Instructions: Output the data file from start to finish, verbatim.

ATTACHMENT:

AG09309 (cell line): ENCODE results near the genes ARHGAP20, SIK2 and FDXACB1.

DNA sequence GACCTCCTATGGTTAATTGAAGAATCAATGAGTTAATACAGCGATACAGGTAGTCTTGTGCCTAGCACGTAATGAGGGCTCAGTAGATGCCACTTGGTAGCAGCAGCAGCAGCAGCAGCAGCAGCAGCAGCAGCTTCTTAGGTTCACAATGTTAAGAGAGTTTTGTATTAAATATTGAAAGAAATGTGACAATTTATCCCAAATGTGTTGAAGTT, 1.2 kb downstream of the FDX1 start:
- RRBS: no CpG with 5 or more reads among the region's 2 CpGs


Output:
AG09309 (cell line): ENCODE results near the genes ARHGAP20, SIK2 and FDXACB1.

DNA sequence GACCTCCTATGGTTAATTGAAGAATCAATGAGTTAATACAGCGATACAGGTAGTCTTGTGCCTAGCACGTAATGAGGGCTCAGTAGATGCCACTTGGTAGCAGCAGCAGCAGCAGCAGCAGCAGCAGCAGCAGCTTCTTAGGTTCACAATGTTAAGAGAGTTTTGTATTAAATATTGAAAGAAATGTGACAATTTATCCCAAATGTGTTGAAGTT, 1.2 kb downstream of the FDX1 start:
- RRBS: no CpG with 5 or more reads among the region's 2 CpGs